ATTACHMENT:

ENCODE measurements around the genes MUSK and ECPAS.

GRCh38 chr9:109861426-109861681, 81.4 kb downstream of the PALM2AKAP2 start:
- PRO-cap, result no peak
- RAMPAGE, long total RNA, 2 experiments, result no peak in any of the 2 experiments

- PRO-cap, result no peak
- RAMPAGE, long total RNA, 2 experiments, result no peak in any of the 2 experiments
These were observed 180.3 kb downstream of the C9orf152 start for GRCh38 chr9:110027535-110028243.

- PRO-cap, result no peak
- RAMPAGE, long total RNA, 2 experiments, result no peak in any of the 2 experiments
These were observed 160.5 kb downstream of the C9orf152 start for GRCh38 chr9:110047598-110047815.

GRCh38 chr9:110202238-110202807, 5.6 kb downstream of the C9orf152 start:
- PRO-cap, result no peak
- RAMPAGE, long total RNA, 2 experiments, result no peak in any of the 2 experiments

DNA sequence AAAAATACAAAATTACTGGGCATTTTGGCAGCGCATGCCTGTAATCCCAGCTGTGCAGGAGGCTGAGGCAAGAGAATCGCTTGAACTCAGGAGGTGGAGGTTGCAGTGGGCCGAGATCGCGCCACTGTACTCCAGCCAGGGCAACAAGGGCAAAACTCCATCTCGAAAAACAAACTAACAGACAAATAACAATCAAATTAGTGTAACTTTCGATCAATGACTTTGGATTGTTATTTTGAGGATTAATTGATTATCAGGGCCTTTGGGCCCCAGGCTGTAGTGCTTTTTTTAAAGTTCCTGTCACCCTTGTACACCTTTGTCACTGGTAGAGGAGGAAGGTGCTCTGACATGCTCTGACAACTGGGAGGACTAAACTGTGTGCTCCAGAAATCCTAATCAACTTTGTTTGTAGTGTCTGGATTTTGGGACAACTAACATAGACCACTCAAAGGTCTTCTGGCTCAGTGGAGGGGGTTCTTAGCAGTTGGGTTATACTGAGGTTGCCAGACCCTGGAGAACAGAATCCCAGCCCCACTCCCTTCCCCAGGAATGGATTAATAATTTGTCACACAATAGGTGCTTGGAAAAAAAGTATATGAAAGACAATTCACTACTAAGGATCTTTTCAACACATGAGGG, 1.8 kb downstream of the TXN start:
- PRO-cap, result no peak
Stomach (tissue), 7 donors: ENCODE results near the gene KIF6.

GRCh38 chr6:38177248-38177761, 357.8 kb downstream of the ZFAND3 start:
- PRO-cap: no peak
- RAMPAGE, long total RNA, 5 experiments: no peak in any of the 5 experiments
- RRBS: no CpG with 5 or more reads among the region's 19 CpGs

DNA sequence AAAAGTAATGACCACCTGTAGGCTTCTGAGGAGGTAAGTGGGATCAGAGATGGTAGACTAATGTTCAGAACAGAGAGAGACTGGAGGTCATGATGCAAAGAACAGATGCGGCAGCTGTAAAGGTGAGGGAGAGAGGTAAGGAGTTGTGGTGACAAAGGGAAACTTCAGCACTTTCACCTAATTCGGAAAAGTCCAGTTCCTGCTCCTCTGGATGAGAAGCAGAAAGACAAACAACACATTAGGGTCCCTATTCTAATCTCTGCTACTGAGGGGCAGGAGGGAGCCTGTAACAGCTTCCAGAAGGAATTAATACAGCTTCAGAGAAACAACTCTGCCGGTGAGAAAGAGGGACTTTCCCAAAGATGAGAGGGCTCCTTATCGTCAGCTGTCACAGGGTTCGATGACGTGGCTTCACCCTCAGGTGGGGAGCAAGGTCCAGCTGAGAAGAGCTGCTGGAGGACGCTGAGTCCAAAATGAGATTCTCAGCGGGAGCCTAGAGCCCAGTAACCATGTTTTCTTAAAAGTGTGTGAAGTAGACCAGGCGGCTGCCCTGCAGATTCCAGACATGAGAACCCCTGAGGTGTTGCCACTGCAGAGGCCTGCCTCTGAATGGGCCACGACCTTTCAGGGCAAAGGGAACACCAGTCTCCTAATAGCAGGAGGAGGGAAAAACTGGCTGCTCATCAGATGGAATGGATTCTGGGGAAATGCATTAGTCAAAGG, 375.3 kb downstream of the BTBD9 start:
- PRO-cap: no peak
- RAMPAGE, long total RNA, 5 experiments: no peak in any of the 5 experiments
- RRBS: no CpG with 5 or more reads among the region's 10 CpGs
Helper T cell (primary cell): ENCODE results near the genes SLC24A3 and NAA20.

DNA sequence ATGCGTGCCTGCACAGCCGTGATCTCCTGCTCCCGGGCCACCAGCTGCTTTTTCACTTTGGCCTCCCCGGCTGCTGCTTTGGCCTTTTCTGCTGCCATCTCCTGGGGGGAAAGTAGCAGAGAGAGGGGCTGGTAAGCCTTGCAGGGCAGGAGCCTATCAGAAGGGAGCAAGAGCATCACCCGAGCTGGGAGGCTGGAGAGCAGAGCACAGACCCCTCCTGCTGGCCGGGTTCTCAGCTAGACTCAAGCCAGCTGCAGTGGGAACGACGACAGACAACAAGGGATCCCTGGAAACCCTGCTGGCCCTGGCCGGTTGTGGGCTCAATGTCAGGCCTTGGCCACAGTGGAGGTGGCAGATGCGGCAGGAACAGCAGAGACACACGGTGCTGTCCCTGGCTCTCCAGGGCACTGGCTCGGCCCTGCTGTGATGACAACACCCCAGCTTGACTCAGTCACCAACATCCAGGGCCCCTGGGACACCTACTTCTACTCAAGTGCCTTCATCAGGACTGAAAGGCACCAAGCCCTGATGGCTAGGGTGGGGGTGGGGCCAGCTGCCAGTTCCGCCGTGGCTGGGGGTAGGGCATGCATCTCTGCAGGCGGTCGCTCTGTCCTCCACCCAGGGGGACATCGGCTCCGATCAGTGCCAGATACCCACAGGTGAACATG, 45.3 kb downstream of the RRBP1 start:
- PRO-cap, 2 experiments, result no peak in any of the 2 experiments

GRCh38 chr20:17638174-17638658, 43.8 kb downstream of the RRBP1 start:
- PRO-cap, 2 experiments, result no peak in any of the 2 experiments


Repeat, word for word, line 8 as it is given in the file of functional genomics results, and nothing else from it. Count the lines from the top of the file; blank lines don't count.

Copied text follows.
- PRO-cap, result no peak